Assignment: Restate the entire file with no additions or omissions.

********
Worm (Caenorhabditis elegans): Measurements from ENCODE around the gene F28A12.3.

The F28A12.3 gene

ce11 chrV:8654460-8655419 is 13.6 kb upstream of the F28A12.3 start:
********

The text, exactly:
Worm (Caenorhabditis elegans): Measurements from ENCODE around the gene F28A12.3.

The F28A12.3 gene

ce11 chrV:8654460-8655419 is 13.6 kb upstream of the F28A12.3 start: